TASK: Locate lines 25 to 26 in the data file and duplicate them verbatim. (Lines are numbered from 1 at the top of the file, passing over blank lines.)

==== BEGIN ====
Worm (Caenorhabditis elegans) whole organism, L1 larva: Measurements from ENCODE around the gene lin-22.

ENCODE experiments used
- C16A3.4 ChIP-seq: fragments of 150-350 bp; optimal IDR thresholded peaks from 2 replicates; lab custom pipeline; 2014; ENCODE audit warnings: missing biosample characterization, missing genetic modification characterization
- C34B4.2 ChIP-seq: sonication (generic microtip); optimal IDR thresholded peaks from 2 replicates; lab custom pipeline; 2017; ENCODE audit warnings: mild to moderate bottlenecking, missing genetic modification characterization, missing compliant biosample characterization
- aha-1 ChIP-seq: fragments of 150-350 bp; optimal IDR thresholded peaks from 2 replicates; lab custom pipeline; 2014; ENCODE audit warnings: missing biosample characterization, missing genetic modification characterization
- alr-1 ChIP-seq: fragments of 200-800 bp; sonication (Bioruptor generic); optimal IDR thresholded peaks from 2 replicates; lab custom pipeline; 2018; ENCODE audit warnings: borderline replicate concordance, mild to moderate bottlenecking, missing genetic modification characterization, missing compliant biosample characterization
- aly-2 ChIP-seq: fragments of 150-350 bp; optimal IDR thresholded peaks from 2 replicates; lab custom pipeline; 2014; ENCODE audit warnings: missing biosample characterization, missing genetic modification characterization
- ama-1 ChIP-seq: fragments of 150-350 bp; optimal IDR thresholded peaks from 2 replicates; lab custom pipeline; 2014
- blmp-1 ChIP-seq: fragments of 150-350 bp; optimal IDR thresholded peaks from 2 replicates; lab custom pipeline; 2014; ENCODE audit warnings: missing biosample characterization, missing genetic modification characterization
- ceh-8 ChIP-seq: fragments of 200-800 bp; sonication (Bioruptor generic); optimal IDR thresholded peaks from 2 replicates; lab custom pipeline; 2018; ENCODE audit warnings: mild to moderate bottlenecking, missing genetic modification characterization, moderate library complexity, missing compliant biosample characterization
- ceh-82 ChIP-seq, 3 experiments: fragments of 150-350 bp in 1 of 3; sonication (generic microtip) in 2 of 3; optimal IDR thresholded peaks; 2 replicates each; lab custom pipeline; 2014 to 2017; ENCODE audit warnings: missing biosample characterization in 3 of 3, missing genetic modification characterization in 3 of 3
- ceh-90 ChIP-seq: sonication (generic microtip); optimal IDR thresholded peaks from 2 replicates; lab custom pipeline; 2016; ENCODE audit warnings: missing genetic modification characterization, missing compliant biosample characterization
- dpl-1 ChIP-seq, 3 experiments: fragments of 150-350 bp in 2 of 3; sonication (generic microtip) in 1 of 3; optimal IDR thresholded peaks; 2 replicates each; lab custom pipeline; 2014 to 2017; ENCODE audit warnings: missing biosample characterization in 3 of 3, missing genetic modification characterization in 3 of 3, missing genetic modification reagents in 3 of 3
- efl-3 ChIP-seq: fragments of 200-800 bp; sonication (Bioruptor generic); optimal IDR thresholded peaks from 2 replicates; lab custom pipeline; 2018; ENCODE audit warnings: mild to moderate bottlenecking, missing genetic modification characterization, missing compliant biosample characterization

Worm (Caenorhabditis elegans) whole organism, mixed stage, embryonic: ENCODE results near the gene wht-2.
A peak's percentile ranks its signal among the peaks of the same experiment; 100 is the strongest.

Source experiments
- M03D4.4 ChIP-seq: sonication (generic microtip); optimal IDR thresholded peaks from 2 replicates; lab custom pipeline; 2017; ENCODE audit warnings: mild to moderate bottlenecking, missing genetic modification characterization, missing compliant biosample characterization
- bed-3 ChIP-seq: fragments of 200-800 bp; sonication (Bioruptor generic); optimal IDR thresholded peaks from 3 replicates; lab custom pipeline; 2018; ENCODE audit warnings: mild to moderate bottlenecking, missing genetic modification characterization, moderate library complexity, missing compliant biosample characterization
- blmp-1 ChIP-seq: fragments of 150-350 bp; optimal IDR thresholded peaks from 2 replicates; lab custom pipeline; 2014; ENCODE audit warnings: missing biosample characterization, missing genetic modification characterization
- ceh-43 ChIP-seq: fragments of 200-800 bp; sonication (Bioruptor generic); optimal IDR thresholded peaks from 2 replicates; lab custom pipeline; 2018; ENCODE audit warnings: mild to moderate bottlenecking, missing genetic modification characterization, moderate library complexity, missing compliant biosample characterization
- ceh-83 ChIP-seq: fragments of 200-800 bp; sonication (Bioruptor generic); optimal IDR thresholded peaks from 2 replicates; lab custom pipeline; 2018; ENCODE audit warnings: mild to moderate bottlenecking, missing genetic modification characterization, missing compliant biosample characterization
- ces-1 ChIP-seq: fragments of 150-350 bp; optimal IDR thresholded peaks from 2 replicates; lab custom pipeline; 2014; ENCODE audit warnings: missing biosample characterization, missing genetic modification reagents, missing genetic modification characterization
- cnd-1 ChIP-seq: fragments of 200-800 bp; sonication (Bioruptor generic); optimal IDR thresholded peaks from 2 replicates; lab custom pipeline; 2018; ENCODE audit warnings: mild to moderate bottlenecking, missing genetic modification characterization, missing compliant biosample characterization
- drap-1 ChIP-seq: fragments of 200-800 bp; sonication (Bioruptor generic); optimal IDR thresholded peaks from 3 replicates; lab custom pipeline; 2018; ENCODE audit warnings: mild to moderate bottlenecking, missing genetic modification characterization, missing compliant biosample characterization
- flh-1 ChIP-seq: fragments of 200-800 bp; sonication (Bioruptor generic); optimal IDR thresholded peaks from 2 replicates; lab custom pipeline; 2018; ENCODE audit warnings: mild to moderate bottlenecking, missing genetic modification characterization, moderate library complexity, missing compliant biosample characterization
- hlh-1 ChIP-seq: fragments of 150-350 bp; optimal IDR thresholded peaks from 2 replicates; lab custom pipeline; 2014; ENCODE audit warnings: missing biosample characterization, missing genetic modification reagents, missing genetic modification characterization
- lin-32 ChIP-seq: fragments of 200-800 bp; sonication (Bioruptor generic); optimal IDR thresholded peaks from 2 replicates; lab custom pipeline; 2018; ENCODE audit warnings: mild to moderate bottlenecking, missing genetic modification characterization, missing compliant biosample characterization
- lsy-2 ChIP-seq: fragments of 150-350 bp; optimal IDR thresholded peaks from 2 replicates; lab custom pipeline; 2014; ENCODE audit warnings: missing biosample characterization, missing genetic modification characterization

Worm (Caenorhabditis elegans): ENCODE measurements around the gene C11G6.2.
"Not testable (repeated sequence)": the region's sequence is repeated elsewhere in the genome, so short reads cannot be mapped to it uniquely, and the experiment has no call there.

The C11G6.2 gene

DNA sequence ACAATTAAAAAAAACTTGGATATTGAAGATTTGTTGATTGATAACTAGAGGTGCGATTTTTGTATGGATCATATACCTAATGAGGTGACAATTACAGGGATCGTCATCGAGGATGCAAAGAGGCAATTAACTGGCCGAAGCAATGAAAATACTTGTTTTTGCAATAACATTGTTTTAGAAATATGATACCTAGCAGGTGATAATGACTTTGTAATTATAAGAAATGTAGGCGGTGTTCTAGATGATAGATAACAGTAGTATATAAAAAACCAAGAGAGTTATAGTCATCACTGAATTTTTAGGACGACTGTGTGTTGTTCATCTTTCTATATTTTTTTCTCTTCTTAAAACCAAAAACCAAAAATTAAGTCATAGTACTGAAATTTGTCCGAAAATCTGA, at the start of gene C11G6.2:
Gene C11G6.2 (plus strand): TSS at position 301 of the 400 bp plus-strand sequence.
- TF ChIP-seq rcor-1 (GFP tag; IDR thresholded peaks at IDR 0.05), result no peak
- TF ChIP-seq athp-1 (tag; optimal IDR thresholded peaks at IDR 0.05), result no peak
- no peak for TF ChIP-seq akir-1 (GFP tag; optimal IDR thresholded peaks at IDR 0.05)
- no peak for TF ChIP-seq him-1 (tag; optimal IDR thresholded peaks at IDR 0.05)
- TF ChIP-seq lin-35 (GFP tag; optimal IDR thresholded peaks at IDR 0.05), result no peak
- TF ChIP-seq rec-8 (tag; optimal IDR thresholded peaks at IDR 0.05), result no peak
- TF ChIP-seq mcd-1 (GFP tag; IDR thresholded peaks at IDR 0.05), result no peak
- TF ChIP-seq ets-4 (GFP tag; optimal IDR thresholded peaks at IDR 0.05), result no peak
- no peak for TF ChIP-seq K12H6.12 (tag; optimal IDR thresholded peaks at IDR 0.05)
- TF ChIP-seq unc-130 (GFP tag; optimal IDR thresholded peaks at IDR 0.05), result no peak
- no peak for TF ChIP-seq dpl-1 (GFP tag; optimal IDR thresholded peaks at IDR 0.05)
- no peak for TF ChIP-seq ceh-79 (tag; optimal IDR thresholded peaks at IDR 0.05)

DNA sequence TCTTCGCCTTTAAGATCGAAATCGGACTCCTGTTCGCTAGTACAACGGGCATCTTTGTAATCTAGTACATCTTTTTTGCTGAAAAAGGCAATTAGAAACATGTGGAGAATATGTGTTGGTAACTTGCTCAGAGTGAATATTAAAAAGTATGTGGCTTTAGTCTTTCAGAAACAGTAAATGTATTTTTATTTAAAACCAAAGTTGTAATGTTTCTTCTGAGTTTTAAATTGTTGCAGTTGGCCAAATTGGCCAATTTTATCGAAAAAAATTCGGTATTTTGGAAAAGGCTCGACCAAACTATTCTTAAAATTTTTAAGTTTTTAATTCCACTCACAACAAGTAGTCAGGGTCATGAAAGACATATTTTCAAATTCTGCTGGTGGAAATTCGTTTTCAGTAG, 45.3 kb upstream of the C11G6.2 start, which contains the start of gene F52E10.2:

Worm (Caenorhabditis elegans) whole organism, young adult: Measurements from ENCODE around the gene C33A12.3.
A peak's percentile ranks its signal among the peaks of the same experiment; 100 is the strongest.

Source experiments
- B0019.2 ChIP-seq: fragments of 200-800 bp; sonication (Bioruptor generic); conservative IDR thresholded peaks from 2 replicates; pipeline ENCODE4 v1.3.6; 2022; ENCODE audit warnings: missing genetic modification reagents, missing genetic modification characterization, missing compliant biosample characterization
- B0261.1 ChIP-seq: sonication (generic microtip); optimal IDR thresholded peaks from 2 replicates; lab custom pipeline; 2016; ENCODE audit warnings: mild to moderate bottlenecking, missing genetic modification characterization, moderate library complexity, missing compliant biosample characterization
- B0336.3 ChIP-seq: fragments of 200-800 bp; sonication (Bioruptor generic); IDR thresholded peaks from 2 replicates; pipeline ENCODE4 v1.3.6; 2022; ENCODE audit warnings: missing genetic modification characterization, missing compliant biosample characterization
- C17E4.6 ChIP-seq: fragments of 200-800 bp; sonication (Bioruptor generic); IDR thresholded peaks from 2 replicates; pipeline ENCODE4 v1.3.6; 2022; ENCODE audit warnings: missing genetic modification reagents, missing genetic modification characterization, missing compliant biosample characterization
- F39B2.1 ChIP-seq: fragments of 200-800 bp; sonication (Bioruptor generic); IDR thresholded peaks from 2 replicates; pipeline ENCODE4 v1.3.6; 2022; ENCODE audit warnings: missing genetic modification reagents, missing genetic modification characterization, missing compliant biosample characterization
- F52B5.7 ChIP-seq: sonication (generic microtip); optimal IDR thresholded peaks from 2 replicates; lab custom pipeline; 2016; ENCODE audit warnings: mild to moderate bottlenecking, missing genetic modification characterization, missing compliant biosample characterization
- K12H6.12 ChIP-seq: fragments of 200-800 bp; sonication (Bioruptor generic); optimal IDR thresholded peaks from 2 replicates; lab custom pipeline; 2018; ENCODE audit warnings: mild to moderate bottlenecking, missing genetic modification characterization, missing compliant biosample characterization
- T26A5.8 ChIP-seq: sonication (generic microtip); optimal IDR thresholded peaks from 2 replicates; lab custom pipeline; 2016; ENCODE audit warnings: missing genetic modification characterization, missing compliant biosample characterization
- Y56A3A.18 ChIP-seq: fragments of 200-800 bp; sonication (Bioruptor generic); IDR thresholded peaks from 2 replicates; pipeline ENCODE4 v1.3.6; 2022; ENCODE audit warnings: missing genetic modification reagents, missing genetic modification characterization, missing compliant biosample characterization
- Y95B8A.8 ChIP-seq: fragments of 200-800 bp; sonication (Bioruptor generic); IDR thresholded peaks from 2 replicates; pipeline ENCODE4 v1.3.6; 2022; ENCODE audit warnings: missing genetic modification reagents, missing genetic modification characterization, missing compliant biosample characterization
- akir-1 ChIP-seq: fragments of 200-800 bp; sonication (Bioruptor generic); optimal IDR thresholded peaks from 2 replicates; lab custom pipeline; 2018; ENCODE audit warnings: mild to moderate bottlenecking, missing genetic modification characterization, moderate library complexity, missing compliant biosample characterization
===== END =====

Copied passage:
- drap-1 ChIP-seq: fragments of 200-800 bp; sonication (Bioruptor generic); optimal IDR thresholded peaks from 3 replicates; lab custom pipeline; 2018; ENCODE audit warnings: mild to moderate bottlenecking, missing genetic modification characterization, missing compliant biosample characterization
- flh-1 ChIP-seq: fragments of 200-800 bp; sonication (Bioruptor generic); optimal IDR thresholded peaks from 2 replicates; lab custom pipeline; 2018; ENCODE audit warnings: mild to moderate bottlenecking, missing genetic modification characterization, moderate library complexity, missing compliant biosample characterization